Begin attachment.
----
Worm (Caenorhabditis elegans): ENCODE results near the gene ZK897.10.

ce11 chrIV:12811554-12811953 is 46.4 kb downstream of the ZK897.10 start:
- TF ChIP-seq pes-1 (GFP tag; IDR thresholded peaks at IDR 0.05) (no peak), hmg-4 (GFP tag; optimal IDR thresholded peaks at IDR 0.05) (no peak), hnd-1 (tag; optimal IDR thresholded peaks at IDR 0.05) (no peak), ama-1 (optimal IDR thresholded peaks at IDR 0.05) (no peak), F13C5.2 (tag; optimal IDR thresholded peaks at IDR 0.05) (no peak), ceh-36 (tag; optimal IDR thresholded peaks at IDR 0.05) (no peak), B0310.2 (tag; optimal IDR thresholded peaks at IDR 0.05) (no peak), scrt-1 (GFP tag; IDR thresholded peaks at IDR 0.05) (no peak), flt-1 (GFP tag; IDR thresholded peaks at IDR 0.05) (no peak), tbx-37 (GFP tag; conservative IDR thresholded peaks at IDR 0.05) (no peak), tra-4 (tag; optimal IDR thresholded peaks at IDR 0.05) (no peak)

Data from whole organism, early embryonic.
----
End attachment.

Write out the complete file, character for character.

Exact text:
Worm (Caenorhabditis elegans): ENCODE results near the gene ZK897.10.

ce11 chrIV:12811554-12811953 is 46.4 kb downstream of the ZK897.10 start:
- TF ChIP-seq pes-1 (GFP tag; IDR thresholded peaks at IDR 0.05) (no peak), hmg-4 (GFP tag; optimal IDR thresholded peaks at IDR 0.05) (no peak), hnd-1 (tag; optimal IDR thresholded peaks at IDR 0.05) (no peak), ama-1 (optimal IDR thresholded peaks at IDR 0.05) (no peak), F13C5.2 (tag; optimal IDR thresholded peaks at IDR 0.05) (no peak), ceh-36 (tag; optimal IDR thresholded peaks at IDR 0.05) (no peak), B0310.2 (tag; optimal IDR thresholded peaks at IDR 0.05) (no peak), scrt-1 (GFP tag; IDR thresholded peaks at IDR 0.05) (no peak), flt-1 (GFP tag; IDR thresholded peaks at IDR 0.05) (no peak), tbx-37 (GFP tag; conservative IDR thresholded peaks at IDR 0.05) (no peak), tra-4 (tag; optimal IDR thresholded peaks at IDR 0.05) (no peak)

Data from whole organism, early embryonic.